Another way to gain more hydrangeas from the ones you already enjoy is to take cuttings and “root” them. This method takes longer, but you are able to make lots of cuttings that will result in many more plants. In July or August, cut a healthy branch 15 to 18-inches in length. Then cut this stem into two or three pieces, making sure that each piece has at least two healthy leaf nodes. Strip the foliage leaving the top two or three leaves from each piece.
If the leaves are large, cut them in half so that they will not require as much water. Pour rooting compound in a tin pan. Dip the ends of each cutting into the rooting compound. Then push the stems into a four-inch pot filled with new, clean potting soil. Make sure that the two leaf nodes are under the soil. Water gently and thoroughly.
Most plants will take two years to develop a good strong root system. However, some of the more vigorous growing hydrangeas may be ready to be transplanted into the garden in a year. The pots may be left outside during the summer and fall. It is advisable to move them into a garden shed or garage during the winter when the temperatures are below freezing. The roots could freeze because they are planted in such small pots.
The very good news is that most hydrangeas never need pruning! Sometimes very old bushes will need the old branches or dead wood cut out. Removing the dead stems is really the only necessary pruning, and it can be done at any time because it will not interfere with bloom time. Just cut the dead wood back to the ground. This will improve the shape and the health of the plant.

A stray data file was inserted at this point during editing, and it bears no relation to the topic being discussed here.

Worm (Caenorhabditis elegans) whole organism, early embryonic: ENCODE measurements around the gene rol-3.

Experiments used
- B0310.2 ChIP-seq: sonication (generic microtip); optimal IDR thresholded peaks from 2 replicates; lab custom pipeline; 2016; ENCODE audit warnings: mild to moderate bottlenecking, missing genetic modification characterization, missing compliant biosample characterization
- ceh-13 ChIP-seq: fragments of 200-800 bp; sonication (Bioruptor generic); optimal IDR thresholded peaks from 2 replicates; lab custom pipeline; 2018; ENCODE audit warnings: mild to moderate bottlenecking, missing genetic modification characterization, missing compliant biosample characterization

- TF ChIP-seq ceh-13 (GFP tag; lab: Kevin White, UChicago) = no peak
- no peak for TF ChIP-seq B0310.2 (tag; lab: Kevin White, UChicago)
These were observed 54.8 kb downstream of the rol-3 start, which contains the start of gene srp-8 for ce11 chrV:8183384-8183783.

Every Southern Garden Should Have One
Every Southern garden should have at least one variety of hydrangea. They are easy to grow, easy to propagate and easy to maintain. If they are planted in the right spot, they will provide years and years of pleasure in the garden. The flowers are wonderful for cutting and add a soothing, cooling effect to the garden. The birds love the seeds in the winter. This plant is truly a beauty in the Midlands garden!
• ‘Gatsby’s Gal’ hydrangea — an oakleaf variety — large white blooms
• ‘Ruby Slippers’ hydrangea — an oakleaf variety — pink, red and white blooms
• ‘Little Lime’ hydrangea — a large leaf variety — lime green blooms all summer
• ‘All Summer Beauty’ — a large leaf variety — blue or pink blooms depending on the pH of the soil
Chores For The May Garden … A Busy Month For The Gardener
• Visit a locally owned garden center for the best selection of hydrangeas for our area.
• Plant warm weather annuals such as salvia, columbine, cosmos, impatiens, vinca and caladiums.
• Plant warm weather vegetables in early May.
• Prune spring flowering shrubs as soon as blooms fade. Early May is the perfect time to prune azaleas to maintain shape or cut out dead wood. They start to set blooms for next year in July, so don’t delay.
• Remove seed pods from daylilies as they bloom.
• Shrubs benefit from a light application of slow release fertilizer. A good rule of thumb to follow is one tablespoon per foot of height of the shrub.
• Annuals and perennials thrive with regular fertilization every two to three weeks.
• Water early and water regularly.